etc., particular by examining what is therc and breaking it
down into detail.As a simpleexample,let me take an ashtray. On occasion, the ashtray given me by the prop man
will be, under examination, exactly the sort of ashtray
called for in the play. Instead of simply saying, "It's an ashtray sitting on the table in this Greenwich Village garret,"
I will seethat it ,s tin sprayedto look like copper,probably
came from the dime store, has rwo grooves to hold cigarettes, is shiny with a few cigarette stains in the bottom, is
lightweight, and I can deal with it correctly under the
given circumstances.I have made what is there particular
rather than just assumingany ashtray.
Now, this same ashtray sits on an elegantmarble table
in a Park Avenuepenthouse.It is supposedto belong there,
and from the audiencemay even pass for elegant.I will
make it particular by endowing it with qualities it does not
possessby substitutingfrom my previous knowledge of
elegant ashtrays.Now, I turn it into real copper, assumeit
comes from Tiffany, and is heavier than it looks, and
would look even better if it were buffed up with polish. I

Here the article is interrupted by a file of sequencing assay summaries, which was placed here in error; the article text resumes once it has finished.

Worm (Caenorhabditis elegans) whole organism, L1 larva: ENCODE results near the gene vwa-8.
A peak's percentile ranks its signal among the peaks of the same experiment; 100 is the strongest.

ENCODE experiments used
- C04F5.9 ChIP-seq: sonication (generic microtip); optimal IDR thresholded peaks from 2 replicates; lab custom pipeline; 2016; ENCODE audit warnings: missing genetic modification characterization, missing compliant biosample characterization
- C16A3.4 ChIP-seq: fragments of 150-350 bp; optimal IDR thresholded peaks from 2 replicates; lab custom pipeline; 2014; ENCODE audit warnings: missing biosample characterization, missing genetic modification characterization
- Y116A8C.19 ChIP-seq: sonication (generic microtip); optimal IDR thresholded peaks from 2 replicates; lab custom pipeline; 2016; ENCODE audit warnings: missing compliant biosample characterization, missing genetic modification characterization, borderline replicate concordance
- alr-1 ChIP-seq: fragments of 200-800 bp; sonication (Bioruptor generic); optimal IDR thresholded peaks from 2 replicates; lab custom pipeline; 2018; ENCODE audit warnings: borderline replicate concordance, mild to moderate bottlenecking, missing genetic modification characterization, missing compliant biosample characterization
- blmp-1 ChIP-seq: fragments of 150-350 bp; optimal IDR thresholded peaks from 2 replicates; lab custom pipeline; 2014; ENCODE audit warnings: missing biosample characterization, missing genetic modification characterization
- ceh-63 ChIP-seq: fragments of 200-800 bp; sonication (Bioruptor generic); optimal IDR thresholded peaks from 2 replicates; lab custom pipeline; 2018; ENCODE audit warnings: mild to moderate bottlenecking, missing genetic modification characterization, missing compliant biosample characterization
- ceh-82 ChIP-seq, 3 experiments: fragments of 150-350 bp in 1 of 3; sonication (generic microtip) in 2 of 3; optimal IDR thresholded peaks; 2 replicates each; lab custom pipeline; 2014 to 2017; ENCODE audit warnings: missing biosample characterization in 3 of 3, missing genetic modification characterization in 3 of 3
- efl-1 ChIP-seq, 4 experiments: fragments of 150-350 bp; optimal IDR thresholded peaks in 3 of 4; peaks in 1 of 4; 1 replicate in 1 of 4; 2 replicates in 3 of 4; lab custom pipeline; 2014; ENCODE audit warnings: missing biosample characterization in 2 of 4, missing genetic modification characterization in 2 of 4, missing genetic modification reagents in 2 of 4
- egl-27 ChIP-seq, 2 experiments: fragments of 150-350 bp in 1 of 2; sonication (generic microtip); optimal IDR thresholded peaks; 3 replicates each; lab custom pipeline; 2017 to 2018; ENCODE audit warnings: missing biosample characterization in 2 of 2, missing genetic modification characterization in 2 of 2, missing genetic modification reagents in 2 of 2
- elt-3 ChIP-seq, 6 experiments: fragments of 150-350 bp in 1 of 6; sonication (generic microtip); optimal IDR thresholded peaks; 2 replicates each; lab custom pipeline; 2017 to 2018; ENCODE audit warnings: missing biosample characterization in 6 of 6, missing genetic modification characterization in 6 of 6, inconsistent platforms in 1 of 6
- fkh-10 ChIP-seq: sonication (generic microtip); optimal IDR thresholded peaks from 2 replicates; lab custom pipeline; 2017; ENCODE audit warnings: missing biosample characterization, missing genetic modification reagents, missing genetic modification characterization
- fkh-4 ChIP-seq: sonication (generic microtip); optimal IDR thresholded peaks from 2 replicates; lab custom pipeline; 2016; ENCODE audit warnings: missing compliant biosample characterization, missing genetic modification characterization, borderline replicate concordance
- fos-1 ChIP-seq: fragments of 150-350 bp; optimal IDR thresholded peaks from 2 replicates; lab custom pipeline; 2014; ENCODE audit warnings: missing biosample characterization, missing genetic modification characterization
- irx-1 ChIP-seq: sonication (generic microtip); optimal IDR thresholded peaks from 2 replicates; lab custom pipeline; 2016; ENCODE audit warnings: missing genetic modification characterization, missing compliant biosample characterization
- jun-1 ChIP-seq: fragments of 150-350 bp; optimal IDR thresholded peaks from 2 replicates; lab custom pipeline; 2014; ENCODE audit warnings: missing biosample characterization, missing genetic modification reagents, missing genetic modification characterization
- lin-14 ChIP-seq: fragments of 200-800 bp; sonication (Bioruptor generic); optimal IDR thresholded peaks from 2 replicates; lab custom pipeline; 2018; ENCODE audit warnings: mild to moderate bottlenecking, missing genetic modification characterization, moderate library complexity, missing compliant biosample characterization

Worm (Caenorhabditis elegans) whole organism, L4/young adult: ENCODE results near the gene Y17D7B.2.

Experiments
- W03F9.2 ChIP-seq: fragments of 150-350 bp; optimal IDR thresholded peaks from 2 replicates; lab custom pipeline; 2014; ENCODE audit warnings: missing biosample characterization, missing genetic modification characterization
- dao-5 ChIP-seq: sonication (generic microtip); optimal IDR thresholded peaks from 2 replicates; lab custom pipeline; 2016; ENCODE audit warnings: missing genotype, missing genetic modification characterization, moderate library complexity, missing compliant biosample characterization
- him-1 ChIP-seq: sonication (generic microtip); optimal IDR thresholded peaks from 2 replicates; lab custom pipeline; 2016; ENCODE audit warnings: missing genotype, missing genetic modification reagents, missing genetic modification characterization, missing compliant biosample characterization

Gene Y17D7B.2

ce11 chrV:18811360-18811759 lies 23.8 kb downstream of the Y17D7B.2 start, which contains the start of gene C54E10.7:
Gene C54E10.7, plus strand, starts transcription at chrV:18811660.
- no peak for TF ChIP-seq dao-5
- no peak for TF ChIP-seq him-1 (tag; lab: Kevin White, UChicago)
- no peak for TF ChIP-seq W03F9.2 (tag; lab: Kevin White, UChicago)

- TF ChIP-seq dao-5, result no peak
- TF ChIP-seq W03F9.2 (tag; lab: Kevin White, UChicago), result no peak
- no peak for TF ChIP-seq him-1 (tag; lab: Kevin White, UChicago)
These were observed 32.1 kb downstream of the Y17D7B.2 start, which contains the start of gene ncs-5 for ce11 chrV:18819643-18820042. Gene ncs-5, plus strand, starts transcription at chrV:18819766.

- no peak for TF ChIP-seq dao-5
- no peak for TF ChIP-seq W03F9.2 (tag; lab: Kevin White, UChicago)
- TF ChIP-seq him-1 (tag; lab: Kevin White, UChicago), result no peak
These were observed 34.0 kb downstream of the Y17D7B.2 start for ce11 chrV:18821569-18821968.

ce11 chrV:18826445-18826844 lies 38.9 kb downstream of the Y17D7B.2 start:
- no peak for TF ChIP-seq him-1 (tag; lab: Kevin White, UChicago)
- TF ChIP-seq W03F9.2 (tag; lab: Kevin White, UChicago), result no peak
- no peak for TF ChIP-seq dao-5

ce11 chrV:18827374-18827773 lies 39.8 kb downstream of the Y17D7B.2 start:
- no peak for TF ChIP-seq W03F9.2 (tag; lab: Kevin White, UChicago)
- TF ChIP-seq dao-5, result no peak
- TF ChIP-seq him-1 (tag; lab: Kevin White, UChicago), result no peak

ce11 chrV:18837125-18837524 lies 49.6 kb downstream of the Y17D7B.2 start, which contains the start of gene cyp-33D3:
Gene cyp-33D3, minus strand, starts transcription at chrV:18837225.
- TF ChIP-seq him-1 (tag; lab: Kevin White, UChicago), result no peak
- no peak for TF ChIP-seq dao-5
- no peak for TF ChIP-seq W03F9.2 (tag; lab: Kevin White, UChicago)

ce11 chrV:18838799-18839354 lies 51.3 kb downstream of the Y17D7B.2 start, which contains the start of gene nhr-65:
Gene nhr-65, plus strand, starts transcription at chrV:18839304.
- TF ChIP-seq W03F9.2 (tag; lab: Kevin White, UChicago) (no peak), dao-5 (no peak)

can make it even more particular, if necessary,by finding
psychologicalendowmentsor substitutions:My husband
gave it to me last week for a sentimentaloccasion.I had
wanted it for a long time, and now it sits proudly on my
coffee table. Obviously, the simple act of flipping an ash
into this ashtray will be influenced by the way in which I
havemadeit particular to me in my characterin the play.
Every detail of place, objects, relationships to others,
my main character needs,my immediate needsand obstacles must be made particular. Nothing should be allowed
to remain seneral.

EMOTIONAL

4
EmotionalMemorY

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the
Tl motional memory or emotionalrecalldealswith
release
-Dorobl"rn of finding a substitution in order to
laughof
frt
the
,rr",'Ul* U".r, of tearsJh" shriek of terror,
or, by
;;; .i.., demanded by the playwright, the director
ot an
vourselfas interpreterwhen the given circumstances
i-mediate .u"r,i in the play (somethingdone to you by
or someone)fail to stimulate you sufficiently to
,o-.,ii"g
Lri"g i, ai"", spontaneously.Somedmesthe direct substiis not
tud; (Lynn Fontanne for Fraiilein von Bernberg)
Then
.rrgg.*iUi" enough to bring about the desiredresult'
of a
memory
the
irr3i"rt -*, go"d..p", in the searchfor
big emotional moment.